Rogue Two

The roguelike game Moria had one problem: it was written in a programming language and for an operating system that wasn’t exactly popular. I mean, how many people are going to set up one of these babies in their basement just to push an “@” symbol around a screen to collect fake gold? I mean, besides me?

Note of Irony: the only places that have computer systems like that are universities and big businesses. Which means exactly 100% of the people playing Moria, probably shouldn’t be. You do have to admire the human spirit, though.

Angband Origin

This changed in 1987 when the Moria source code was rebuild from the ground up using a more commonplace language and on a more widely available operating system. Specifically, C and Unix. This change allowed the game to be more easily expanded, enhanced, and ported to other systems.

Which is where Angband comes in. It vastly improved the scope and depth of its predecessor and, more importantly, was now available on the PC. Even today, Angband one of the more popular Rogue descendants. Angband was (and is) my “Rogue Two.”


Basic game play didn’t change. You create a character, run it around randomly-generated dungeons, kill monsters in your way, find treasure, gain experience, and ultimately lose touch with reality. But in a good way.

Most of my best playing took place over my lunch hour (back when such a thing actually existed in my life). And most of my best lunch hours took place on Tuesday. This is because Tuesday was “double stamp” day at Subway (back when such a program actually existed). Once a week, a small band of my coworkers and I would walk the half mile or so to Subway, order sammies, chips, and drink, then walk back to work. At that point, I would hunker down with my Angband character and spend the rest of my time working on the critical task of taking my XP from 274,397 to 279,113. I mean, you can see how really important that is.


I will admit, I never did come to grips with the concept of permadeath. Roguelike games are complex and represent a huge commitment of time. To build up a character over two months only to die by accidentally eating a poisoned mushroom is a bit infuriating. Yeah, yeah. “It’s all part of the game,” they say. But to me, a game is supposed to be fun. And this isn’t exactly governed by the International Olympic Committee.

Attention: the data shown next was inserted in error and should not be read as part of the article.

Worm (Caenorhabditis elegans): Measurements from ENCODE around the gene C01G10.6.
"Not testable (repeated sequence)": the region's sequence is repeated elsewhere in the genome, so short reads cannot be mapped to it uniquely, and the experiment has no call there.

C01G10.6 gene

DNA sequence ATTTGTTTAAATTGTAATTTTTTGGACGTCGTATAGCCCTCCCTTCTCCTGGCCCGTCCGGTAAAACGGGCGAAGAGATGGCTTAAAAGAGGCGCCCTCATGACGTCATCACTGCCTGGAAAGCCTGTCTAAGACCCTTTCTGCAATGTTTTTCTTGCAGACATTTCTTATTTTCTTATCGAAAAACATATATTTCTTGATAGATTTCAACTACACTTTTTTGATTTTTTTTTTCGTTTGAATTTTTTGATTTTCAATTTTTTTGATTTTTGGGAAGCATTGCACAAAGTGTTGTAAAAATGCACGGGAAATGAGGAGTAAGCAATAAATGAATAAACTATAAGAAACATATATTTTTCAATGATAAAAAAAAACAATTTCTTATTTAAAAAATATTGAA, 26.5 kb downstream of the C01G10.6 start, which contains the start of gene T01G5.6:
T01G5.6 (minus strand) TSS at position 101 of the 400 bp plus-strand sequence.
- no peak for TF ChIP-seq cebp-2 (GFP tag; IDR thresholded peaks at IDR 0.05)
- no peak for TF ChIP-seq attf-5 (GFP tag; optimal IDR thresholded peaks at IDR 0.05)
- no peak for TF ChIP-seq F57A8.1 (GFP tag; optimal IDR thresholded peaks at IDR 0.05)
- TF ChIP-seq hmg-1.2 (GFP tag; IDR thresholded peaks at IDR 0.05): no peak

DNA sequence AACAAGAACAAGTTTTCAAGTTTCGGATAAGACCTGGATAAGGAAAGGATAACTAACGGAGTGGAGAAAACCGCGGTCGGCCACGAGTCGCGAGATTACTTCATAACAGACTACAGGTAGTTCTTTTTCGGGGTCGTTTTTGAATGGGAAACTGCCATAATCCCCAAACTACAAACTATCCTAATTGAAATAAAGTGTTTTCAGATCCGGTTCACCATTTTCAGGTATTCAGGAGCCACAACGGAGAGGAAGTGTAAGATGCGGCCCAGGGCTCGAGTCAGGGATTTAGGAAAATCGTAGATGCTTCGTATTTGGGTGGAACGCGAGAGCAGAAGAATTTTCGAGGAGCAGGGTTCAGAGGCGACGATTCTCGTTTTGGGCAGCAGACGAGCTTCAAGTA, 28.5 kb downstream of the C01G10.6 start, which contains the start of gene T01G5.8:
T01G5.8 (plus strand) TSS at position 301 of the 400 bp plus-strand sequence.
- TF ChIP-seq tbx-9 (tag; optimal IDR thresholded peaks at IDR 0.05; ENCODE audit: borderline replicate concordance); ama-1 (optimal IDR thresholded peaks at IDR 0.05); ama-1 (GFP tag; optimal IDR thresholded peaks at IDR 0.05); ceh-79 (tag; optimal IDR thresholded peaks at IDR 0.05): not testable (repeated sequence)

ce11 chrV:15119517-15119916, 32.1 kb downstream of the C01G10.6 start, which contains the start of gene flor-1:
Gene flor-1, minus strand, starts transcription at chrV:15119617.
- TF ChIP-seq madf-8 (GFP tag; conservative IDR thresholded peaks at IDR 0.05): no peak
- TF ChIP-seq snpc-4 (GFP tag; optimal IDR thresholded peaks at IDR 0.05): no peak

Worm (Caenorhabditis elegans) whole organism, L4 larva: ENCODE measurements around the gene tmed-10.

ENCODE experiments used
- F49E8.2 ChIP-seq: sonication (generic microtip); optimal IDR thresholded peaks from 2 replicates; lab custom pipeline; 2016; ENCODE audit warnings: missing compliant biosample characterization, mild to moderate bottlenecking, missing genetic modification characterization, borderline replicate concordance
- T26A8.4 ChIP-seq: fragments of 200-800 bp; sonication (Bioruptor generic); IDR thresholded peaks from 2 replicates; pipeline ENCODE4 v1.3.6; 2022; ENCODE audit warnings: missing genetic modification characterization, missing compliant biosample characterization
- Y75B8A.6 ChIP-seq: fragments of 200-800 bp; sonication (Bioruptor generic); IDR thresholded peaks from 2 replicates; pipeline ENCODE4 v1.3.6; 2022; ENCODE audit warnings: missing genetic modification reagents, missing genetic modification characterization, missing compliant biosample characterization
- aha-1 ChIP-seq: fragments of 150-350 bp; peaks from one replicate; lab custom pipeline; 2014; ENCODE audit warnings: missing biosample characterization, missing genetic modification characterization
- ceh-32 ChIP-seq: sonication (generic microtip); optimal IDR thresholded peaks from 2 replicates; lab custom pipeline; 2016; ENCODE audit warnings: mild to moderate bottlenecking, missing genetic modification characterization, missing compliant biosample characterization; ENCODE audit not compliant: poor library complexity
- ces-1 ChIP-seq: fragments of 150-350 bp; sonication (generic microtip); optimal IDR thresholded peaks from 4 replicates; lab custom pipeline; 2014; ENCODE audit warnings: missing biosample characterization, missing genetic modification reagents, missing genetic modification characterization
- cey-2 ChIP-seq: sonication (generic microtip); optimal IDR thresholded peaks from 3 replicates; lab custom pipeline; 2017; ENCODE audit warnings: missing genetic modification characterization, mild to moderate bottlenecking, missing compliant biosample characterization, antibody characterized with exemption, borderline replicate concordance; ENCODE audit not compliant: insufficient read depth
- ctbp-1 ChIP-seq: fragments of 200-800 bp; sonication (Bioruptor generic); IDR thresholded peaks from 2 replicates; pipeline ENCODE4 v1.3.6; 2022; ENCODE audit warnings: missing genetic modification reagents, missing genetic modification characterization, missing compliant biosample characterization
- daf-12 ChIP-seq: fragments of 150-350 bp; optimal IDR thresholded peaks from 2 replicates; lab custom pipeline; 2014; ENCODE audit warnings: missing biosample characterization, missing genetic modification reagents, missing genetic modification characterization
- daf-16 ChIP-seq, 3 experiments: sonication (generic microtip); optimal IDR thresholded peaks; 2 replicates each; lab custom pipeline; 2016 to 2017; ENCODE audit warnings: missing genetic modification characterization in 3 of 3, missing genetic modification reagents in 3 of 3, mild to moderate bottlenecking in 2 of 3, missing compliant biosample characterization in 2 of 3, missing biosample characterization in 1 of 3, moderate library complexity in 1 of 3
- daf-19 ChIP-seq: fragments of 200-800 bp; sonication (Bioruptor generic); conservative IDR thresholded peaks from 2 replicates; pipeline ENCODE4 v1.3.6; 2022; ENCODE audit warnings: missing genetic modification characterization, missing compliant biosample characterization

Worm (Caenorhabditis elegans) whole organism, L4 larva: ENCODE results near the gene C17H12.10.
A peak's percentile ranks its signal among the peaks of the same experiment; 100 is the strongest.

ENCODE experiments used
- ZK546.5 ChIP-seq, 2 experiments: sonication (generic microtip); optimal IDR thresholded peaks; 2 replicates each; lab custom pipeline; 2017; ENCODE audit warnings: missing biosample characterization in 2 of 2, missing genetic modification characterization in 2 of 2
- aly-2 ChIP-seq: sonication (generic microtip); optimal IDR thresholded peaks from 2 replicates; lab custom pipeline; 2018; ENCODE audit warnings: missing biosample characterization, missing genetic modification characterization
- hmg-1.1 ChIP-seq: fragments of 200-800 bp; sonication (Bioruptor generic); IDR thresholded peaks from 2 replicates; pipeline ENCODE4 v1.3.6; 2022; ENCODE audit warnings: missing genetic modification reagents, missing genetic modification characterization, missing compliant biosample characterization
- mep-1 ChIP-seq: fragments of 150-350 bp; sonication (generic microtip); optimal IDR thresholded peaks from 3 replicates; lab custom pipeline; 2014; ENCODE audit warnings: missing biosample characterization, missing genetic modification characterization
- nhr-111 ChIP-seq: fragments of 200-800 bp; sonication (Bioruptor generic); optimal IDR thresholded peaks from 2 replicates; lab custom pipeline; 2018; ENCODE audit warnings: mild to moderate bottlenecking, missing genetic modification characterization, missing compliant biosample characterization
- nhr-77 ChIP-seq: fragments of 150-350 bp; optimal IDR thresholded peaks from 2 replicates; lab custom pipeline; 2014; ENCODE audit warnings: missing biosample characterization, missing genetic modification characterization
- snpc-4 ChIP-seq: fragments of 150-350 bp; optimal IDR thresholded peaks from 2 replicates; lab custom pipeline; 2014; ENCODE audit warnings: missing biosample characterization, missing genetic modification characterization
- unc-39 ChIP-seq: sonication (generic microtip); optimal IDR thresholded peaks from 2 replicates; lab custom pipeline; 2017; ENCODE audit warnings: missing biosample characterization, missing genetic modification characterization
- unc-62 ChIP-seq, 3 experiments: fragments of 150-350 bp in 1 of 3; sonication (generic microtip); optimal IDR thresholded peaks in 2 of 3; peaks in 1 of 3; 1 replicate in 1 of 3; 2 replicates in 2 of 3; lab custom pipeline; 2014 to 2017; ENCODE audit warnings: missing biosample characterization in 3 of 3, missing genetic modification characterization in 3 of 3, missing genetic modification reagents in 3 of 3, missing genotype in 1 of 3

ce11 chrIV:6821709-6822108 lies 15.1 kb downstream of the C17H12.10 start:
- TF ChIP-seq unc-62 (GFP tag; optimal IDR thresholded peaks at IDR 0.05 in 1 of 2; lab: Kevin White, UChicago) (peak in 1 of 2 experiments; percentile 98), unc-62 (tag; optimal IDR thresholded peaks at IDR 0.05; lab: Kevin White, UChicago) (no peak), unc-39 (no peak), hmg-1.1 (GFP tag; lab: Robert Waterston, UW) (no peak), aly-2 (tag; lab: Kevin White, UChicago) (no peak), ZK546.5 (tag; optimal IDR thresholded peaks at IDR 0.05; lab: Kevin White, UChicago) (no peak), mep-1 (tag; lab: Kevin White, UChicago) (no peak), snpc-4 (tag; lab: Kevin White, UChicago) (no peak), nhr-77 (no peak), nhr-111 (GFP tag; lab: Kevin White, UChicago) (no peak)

To that end, I figured out how to cheat permadeath and just kept plowing ahead. I even made it easier by creating my own software which I called the Angband Companion. It ran only for the PC version, but it would automatically backup and restore characters. If still existed today, you could get your own copy.


I finished the game exactly once. It took me about a year and a half to accomplish, but I finally did it. Sure, I didn’t play every single day during that long period, but that wasn’t because I didn’t want to. I also want to eat a pound of peanut butter every day, but sometimes moderation is a good thing.

It was an amazing feeling, though, to reach that goal after such a long time but I will admit it was also a relief. My interest in the game dropped to zero in an instant, having no desire to start back at Level 1 and do the same thing all over again.

One More Time

Around seven years ago or so, I went looking for it again. Yep, still out there. More variants than ever. I grabbed one and began playing and . . . it was hard. I mean, like really hard. And slow. Was it always like this? I mean, yeah, a year and a half to finish a game. But I suddenly felt like at this pace it would take me upwards of a decade to finish.

“I have an idea!”

Being the technically-minded person that I am, I figured out how to edit the weapons inventory of the game and created a hammer. Mjolner had nothing on my creation. It increased my armor class, bumped my stats, gave me all sorts of abilities, and best of all, dealt out damage the likes of which Angband had never seen. I called it the “One Hit Wonder.”

Picking up new new weapon, I approached my first monster and true to its name, my weapon dispatched the vile creature with a single swipe. “Ha ha!” I shouted. “This is going to be fun!” My new strategy: win as quickly as possible. Basically, descend every time I hit a down staircase, clear out any monsters in my way, pick up any treasure, and repeat.

In no time at all, I found myself about one hundred levels down and facing the Big Baddie at the End of the Game. A single WHOMP. An explosion of gold, objects, and treasure. And I had won.

Did I cheat? Of course I did. But again, this is a game. A game isn’t supposed to be frustrating and take years and end in misery. Ain’t nobody got time for that.

Note: I’ll be taking the next two weeks off. See you in December!

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